Sarah Hooper was hard at work in the intensive care unit at Frederick Memorial Hospital. The young nurse had joined the hospital staff in 1981—her first nursing position—and was spending her days monitoring, caring for, and helping patients in critical condition. All around her, they were struggling with respiratory problems, cardiac issues, and infections. But four beds were special. They were reserved for cancer patients participating in the Biological Response Modifiers Program.
The morning of April 20, 1981, dawned over Frederick, dismal and gray. A canopy of clouds hid the sun, and a springtime chill clung to the city, stirring into a cold breeze later in the day. Despite the ostensibly ill omen, it was an important day for biomedical research. The first patients would be admitted to the Biological Response Modifiers Program (BRMP) inpatient unit at Frederick Memorial Hospital.
It was a party of international stature. More than 300 scientists from 27 countries dined and rubbed elbows in the J. Harper Poor Mansion in Manhattan, a three-story abode that in past years had welcomed the likes of President John F. Kennedy, comedian Jack Benny, and actress Marilyn Monroe. At the center of it all were the Krims, who had invited the droves of researchers into their home for a celebration to kick off an international workshop at Rockefeller University. The subject was interferon, a class of natural proteins associated with the immune system.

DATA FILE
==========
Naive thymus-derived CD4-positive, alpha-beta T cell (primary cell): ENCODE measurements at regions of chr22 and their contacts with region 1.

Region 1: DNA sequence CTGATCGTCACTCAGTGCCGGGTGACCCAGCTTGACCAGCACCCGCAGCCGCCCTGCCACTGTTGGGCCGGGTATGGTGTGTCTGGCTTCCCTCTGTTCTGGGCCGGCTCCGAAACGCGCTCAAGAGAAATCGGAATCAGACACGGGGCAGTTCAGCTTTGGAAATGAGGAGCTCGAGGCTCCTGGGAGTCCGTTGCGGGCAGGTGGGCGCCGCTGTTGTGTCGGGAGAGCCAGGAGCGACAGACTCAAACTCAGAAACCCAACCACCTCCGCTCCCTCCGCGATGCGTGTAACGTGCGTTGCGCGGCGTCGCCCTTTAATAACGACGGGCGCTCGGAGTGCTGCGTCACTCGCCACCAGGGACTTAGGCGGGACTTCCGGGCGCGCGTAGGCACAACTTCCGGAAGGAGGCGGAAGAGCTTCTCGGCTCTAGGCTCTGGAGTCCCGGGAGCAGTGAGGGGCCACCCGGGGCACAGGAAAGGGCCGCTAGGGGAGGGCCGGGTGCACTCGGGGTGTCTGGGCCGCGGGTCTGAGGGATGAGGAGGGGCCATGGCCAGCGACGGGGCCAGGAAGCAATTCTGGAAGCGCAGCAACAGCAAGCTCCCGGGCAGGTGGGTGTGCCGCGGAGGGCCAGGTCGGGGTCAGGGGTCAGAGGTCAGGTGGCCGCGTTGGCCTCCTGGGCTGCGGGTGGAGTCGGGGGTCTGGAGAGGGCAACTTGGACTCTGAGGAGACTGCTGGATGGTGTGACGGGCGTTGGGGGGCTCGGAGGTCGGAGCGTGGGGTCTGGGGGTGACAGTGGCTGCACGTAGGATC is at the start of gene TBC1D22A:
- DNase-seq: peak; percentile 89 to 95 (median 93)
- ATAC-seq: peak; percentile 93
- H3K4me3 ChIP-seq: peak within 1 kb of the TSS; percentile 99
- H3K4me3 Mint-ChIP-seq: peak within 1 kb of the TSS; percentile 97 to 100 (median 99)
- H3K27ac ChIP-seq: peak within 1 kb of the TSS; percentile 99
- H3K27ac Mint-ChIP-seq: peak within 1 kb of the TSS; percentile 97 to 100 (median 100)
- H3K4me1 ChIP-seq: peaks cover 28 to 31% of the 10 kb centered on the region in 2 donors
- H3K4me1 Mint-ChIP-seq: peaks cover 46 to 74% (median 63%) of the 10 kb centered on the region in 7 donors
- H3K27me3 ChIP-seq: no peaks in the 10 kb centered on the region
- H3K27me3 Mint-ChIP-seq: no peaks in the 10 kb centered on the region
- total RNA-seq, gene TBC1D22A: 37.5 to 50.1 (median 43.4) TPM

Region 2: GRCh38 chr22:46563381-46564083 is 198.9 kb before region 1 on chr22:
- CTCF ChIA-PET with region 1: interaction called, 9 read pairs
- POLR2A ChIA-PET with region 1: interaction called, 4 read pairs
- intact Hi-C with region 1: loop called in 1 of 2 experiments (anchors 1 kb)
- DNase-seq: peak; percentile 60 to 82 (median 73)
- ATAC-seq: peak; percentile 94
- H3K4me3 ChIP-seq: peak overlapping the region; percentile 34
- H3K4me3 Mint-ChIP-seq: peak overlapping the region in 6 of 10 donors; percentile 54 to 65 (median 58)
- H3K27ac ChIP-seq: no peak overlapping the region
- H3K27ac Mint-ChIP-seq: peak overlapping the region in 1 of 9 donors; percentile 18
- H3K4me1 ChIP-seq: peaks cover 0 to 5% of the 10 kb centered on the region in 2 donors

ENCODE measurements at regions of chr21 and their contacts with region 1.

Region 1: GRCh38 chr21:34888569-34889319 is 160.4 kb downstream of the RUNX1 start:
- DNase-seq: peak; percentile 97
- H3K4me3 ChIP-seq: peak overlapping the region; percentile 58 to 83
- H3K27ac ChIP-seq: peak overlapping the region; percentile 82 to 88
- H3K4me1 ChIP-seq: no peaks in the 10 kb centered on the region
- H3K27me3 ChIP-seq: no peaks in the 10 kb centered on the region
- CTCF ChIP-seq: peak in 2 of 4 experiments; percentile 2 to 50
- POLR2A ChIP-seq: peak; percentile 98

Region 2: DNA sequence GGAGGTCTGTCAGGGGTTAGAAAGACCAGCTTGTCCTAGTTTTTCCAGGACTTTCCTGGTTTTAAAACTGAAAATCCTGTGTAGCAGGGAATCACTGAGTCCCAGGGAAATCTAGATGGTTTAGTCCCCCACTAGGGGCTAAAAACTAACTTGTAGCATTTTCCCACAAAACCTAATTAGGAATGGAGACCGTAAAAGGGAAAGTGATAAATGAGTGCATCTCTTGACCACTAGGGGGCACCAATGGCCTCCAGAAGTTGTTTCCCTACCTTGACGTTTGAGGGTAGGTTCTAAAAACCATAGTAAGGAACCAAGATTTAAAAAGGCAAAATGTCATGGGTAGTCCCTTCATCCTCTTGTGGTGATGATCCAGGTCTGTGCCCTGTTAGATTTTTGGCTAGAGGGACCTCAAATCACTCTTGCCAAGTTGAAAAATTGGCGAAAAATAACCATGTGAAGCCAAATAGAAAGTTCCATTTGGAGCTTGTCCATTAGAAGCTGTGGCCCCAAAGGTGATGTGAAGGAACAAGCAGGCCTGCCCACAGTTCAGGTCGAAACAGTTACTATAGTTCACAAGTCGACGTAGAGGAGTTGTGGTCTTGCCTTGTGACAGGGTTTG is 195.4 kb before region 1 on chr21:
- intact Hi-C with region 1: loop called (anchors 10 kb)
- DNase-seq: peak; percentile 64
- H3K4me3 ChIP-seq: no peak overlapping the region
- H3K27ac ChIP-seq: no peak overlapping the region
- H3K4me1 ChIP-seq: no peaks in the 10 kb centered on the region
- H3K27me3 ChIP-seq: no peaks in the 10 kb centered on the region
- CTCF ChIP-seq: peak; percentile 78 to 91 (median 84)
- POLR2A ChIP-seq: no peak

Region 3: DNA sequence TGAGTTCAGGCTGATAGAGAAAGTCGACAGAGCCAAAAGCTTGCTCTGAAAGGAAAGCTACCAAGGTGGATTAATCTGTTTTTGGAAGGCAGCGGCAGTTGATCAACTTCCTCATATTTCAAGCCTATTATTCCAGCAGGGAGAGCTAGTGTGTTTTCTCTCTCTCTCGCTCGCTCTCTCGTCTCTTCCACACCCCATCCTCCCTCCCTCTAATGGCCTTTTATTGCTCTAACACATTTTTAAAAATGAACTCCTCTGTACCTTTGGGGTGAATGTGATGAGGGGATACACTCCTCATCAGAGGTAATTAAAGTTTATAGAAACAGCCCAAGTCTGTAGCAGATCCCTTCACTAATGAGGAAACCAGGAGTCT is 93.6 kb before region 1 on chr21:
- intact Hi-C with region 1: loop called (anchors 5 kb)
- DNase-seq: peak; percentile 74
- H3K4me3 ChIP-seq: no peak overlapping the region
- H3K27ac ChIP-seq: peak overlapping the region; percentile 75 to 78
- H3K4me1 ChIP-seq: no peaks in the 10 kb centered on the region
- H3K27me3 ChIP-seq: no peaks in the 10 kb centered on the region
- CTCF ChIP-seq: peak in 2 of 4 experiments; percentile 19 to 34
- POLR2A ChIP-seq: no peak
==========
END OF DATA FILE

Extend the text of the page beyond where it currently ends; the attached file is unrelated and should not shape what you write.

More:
Across the world, conferencing software flicked open on computer screens. It was 8 a.m. in San Francisco, 11 a.m. in Frederick, 5 p.m. in Madrid, 11 p.m. in Hong Kong. The first day of the Third National Cancer Institute RAS Initiative Symposium was about to begin. Time zones notwithstanding, scientists and onlookers were tuning in from offices, studies, and living rooms to watch the livestream of the virtual event.
Block off the afternoon of September 1, 2021, in your calendar because the Technology Showcase is returning for its fifth year. The event will be fully virtual and, as always, feature exciting biomedical technologies, panels on important topics for industry stakeholders, and various poster pitches. New this year is an increased focus on the patient’s voice.